To determine, under such circumstances as these, to double an
extravagance merely for the purpose of thwarting the honest attempt of a
faithful servant to diminish it, made, too, in so cautious and delicate
a way, is most certainly a fault. But it is one of those faults for
which the world, in all ages, will persist in admiring and praising the
perpetrator.

In a word, Antony became the object of general attention and favor
during his continuance at Alexandria. Whether he particularly attracted
Cleopatra's attention at this time or not does not appear. She, however,
strongly attracted _his._ He admired her blooming beauty, her
sprightliness and wit, and her various accomplishments. She was still,
however, so young--being but fifteen years of age, while Antony was
nearly thirty--that she probably made no very serious impression upon
him. A short time after this, Antony went back to Rome, and did not see
Cleopatra again for many years.

When the two Roman generals went away from Alexandria, they left a
considerable portion of the army behind them, under Ptolemy's command,
to aid him in keeping possession of his throne. Antony returned to Rome.
He had acquired great renown by his march across the desert, and by the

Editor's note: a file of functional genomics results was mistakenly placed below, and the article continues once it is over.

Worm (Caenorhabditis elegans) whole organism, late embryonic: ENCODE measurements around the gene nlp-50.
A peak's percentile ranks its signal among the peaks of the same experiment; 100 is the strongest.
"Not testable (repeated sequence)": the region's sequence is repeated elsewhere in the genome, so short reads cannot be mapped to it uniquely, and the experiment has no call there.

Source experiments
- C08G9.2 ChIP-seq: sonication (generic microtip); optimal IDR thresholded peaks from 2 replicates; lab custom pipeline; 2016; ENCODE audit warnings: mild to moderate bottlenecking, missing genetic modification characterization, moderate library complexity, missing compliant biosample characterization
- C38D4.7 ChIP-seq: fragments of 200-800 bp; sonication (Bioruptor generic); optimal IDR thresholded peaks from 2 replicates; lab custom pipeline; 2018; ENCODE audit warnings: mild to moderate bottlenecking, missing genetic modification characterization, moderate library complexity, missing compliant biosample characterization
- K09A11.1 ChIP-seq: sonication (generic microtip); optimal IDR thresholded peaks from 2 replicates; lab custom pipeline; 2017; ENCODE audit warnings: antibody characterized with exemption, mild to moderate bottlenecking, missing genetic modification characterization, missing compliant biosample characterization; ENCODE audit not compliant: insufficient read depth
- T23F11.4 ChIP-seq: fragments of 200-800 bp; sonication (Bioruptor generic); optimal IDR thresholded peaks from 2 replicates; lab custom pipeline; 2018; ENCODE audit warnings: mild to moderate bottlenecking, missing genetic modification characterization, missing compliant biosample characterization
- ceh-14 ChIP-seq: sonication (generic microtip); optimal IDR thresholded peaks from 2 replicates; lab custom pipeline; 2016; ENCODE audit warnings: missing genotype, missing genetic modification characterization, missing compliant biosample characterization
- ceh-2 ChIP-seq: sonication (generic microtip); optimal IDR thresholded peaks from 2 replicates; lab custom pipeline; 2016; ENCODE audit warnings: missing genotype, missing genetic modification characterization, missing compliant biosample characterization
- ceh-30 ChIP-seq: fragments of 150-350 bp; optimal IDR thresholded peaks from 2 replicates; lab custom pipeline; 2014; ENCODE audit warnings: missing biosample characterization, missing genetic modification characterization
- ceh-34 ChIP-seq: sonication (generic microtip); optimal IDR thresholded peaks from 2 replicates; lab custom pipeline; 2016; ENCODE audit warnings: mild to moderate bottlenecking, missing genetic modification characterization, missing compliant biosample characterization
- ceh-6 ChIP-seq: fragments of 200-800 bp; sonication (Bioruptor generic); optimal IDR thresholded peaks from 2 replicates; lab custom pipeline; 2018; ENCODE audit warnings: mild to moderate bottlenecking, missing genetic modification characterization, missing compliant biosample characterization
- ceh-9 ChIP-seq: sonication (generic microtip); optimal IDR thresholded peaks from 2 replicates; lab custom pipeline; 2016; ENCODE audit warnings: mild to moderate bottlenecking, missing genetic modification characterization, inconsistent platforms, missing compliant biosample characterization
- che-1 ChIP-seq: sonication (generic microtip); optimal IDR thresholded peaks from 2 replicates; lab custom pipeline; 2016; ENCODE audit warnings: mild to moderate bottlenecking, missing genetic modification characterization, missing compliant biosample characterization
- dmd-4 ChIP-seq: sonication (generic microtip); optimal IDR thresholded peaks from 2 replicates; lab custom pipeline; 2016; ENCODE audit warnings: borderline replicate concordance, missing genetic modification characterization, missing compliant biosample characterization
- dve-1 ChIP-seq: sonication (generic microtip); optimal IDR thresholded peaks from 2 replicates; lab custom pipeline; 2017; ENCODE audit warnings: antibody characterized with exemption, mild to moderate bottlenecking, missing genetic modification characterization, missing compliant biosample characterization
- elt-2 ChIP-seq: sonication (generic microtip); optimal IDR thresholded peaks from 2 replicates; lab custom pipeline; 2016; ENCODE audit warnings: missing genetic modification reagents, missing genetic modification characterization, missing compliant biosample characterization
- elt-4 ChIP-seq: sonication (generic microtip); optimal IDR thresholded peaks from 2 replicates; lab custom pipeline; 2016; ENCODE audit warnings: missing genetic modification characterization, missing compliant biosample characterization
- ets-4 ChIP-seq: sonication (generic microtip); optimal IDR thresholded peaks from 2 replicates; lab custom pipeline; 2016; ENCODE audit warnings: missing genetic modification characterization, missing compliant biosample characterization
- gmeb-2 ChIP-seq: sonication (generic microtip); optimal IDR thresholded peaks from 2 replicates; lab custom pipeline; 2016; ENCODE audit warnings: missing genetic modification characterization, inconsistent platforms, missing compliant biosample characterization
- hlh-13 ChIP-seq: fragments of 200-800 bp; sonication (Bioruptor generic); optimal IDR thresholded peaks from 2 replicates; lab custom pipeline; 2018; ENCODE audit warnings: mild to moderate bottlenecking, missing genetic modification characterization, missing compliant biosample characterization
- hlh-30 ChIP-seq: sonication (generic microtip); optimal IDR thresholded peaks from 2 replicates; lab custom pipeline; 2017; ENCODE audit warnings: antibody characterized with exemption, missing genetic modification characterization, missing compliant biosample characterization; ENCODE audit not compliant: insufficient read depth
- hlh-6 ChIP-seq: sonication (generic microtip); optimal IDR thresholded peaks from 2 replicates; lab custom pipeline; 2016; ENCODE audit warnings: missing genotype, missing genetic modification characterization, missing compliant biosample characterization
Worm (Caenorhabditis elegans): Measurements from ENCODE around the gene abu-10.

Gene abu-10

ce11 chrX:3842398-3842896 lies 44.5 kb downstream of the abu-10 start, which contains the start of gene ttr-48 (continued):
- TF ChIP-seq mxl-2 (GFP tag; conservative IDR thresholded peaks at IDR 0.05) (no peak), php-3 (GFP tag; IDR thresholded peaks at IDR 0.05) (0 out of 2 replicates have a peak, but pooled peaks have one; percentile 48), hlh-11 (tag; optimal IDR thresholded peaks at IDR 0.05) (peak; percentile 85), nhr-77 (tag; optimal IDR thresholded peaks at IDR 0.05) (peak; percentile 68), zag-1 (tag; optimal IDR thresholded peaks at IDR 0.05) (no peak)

successful accomplishment of the invasion of Egypt and the restoration
of Ptolemy. His funds, too, were replenished by the vast sums paid to
him and to Gabinius by Ptolemy. The amount which Ptolemy is said to have
agreed to pay as the price of his restoration was two thousand
talents--equal to ten millions of dollars--a sum which shows on how
great a scale the operations of this celebrated campaign were conducted.
Ptolemy raised a large portion of the money required for his payments by
confiscating the estates belonging to those friends of Berenice's
government whom he ordered to be slain. It was said, in fact, that the
numbers were very much increased of those that were condemned to die, by
Ptolemy's standing in such urgent need of their property to meet his
obligations.

[...]
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